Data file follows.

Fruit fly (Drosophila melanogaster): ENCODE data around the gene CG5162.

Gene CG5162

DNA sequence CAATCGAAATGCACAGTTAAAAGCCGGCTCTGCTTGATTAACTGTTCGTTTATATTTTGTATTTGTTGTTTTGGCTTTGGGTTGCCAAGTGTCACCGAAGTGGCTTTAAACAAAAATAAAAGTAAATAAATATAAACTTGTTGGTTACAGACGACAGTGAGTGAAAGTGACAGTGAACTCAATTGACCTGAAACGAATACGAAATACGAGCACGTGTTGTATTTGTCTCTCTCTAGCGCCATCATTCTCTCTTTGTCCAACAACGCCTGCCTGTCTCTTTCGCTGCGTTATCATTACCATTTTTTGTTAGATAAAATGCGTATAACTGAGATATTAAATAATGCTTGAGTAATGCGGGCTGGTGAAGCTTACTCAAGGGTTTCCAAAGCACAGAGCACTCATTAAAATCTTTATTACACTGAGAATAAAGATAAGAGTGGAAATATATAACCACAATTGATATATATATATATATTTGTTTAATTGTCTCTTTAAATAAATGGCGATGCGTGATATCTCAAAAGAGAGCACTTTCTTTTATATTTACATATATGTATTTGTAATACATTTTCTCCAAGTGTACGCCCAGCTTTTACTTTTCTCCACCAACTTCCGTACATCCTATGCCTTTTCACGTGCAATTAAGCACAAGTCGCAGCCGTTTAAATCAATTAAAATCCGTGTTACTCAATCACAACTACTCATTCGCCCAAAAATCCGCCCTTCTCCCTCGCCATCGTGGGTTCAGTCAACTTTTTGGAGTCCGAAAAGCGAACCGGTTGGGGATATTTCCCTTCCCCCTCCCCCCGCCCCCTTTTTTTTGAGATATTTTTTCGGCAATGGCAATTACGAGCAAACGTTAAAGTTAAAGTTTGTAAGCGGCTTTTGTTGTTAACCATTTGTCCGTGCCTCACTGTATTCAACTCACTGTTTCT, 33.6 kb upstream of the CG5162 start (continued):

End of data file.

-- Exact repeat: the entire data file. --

Fruit fly (Drosophila melanogaster): ENCODE data around the gene CG5162.

Gene CG5162

DNA sequence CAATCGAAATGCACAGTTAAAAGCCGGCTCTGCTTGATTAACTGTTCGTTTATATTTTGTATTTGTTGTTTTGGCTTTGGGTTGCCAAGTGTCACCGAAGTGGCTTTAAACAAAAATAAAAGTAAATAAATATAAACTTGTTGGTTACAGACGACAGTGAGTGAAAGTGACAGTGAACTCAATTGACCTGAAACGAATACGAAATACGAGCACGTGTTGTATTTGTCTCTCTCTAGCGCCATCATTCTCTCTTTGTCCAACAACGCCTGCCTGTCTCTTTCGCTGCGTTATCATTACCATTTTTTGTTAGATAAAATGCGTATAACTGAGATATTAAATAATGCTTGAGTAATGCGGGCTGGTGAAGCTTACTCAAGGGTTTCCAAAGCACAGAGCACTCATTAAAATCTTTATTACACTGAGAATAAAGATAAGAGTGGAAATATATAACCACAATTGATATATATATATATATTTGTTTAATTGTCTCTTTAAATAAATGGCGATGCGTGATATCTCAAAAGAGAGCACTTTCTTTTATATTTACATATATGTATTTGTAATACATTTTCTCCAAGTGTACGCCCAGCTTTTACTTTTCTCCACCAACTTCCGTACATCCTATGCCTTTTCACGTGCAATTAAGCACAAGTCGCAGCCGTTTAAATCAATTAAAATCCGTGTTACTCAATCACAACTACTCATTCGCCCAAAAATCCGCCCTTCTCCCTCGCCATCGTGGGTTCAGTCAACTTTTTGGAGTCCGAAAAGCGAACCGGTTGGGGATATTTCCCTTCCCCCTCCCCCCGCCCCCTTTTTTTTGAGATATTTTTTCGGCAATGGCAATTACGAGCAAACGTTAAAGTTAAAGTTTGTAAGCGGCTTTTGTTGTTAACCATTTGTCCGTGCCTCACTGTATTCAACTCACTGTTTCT, 33.6 kb upstream of the CG5162 start (continued):